Trip #28 - Atlantis Canyon (9/2 - 9/3 2001)
This trip, number 28 of the 2001 season, was easily the most adventurous, arduous, and ambitious that I've ever undertaken. With the promise of good weather by NOAA, and following the sons two soccer games, I headed to Red Top Tackle Shop to buy five flats of butterfish and a pail of chum. This would sustain the two boats making this run, during the overnight chunking. For all intents and purposes, that purchase committed us to this adventure!
The noontime backyard captains meeting had us pondering offshore chart number 63F, Captain Segull's Offshore Fishing Chart number OF1003, and temperature charts from Bluewater Fishfinder as we ate grilled Nathans hot dogs. We cut butterfish, preparing for chunking.
By 3 PM, we were heavily loading The Kilimanjaro with tuna fishing gear, and lots of extras, just for the canyons. The equipment included eight blocks of ice, emergency bottled water, two EPIRBS, five light tuna outfits, Braid fighting harness and Brute Buster belt, the 50 pound Berkley digital scale, lighter rods for Dorado, sleeping bags, extra clothing, a livewell full of Killies, two gaffs, a camcorder with two fully charged batteries, a waterproof camera and spare film, a couple of spare Penn 133H reels (just in case), Larry's two electric reels, four extra gallons of outboard oil, and several waypoints for destinations at Atlantis Canyon. Larry has Parkinson's disease, so the electric reels are a great asset to him.
After a final confirmation with Tony about the rendezvous spot, Larry, Sean, and I left the Yarmouth dock at 5PM on Sunday, September 2, 2001. The run south was glorious and comfortable with small seas. The previously barbecued chicken dinner was especially tasty watching red full moon rise out of the east, and a beautiful sunset to the west. Soon the cell phone display read "no service", it was another reminder of the magnitude of this journey.
We rendezvoused with Tony and Andrew of the Maria Sofia, at the fifty-fathom line, and proceeded to Atlantis canyon together. This part of the trip was done under the full moon and a sky painted with stars. The radar clearly displayed the offshore high flyers, and we took extra care not to intercept them.
While chumming and chunking throughout the night, we fished whole butterfish. About an hour or two into the night, I had a decent size Dorado (Mahi Mahi). It was pretty quiet however, with only a few more Mahi until daybreak. It was a sight to see a few Mahi come up to the boat, glowing under the moonlight. Larry was hit in the head that night by a flying fish, while I slept in my sleeping bag on the forward deck. It was an exciting, scary, and yet beautiful night, sleeping under the canon stars. Sleep was in shorts bursts, between times when Larry didn't fire up the electric reels. Meanwhile, Tony and Andrew fished bait farther south in substantially deeper canyon waters. They had about the same results throughout the night.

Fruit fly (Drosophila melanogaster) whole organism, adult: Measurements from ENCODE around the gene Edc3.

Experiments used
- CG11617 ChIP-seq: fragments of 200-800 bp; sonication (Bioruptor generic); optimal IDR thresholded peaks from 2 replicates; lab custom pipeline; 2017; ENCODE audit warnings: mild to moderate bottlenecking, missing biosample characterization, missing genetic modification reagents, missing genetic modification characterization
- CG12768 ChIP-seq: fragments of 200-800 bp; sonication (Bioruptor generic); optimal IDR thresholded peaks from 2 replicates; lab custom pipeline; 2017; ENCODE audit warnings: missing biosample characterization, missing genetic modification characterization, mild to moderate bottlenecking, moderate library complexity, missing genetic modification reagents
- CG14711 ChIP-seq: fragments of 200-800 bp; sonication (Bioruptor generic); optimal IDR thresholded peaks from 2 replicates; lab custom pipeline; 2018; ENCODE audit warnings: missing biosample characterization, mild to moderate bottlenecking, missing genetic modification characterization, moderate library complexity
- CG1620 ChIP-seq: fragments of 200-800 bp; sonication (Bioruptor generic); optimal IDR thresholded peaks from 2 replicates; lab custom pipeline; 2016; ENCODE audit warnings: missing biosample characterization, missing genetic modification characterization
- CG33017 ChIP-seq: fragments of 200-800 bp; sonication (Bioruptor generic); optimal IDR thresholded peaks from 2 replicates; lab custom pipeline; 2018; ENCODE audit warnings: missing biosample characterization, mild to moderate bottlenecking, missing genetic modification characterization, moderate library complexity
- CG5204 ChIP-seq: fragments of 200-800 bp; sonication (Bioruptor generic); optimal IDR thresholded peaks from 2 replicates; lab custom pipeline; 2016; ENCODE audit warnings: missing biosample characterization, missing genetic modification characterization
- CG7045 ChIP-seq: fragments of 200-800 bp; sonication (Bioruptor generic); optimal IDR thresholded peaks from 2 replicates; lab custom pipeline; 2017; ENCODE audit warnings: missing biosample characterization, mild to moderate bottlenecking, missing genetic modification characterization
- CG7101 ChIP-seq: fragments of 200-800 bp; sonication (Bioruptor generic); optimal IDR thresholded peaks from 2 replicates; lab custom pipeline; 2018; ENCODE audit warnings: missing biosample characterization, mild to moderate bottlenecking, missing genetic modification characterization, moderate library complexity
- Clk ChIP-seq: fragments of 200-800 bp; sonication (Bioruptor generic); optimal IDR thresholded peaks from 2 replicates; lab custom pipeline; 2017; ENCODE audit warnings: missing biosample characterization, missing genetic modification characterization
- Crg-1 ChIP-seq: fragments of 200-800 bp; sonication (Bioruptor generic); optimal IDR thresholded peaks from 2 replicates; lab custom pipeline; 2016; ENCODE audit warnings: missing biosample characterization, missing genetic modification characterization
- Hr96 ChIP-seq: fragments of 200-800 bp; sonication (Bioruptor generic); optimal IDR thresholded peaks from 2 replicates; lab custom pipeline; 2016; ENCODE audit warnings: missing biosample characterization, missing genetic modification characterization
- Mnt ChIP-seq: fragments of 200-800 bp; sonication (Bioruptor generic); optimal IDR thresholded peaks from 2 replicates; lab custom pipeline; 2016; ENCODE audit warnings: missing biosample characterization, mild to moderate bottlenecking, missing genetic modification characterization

Just before first light, I fired up the engines, turned on the cockpit spreaders and cockpit lights and readied the five TLD-25s for high speed trolling. Larry and I both thought that the first drop off, where contour lines went 80, 90, and 100 fathoms, would be a worthwhile staring point, where the water temperature was 74.6. Soon into the troll, as we passed a high flyer marking offshore lobster gear, I jigged a small feathered lure and got a whale of a hit from a decent Mahi. It cart wheeled eight feet off the water, and fought tenaciously. Minutes later, we put him in the fishbox, but not before he bathed us all in blood. We readied another rod for Mahi and Sean repeated the Mahi stunt at the next flyer. So, about ten minutes of trolling puts two Mahi in the box, not a bad start.
Then minutes later, the TLD-25 screams, signaling a tuna! I grabbed the rod, battled for perhaps fifteen minutes. Despite not yet seeing the knot of the Bimini Twist, we could identify the fish as a Longfin Albacore. Amazing . eight feet of lure leader, twenty feet of terminal leader, two feet of doubled line, and with the Bimini still in the water, we could still identify the fish! This swimming pool blue clear water was like none I had ever seen here in the northeast. As the 'core spiraled upward, it grew larger and larger. Sean sinks the gaff into a 42 pounder, and we've got our first warm water tuna ever on board Kilimanjaro. Like most of our welcomed finned guests, Mr. 'core sprays the boat with blood, but it too goes into the forward box. Out go the lines again, and soon we're tight with another tuna. Larry orders us to bring him a cooler, to be used as a seat in the rear of the cockpit, and slugs it out with our second 'core. Sean and I make Larry proud, as we wire, and gaff, the longfin; the trio takes a crimson shower, dress the fish, and stuff him into the starboard fishbox. Two in the box, and the sun is barely up. We lose the blue, white, and silver C&H 2.5 ounce jet head to another fish, presumably a 'core, that is still swimming south with a lure rigged at the prior days soccer game! We replace it with a small four inch blue and white Boon jet head. Soon we take another Mahi, and then Sean connects with Longfin number four. We land him, our third on board. Though it was the smallest of the three, it was great that each of us had one. All too soon, its time to head home.
Twenty miles into the run home from Atlantis, we hit an area of 74 degree water and a weed patch that you dream of. Larry threatens mutiny if I don't stop the boat. Too bad we couldn't keep the lures clean, as there were large tuna busting in the area, and several Mahi nipped at our lures.
At 5 PM on Monday September 3, it was wonderful to step onto a stationary dock. It had been twenty-four hours on a center console, 94 nautical miles from home (approximately 74 nautical miles from land). All in all, an outstanding first trip south aboard the Kilimanjaro, and a bonus that it was to the canyons!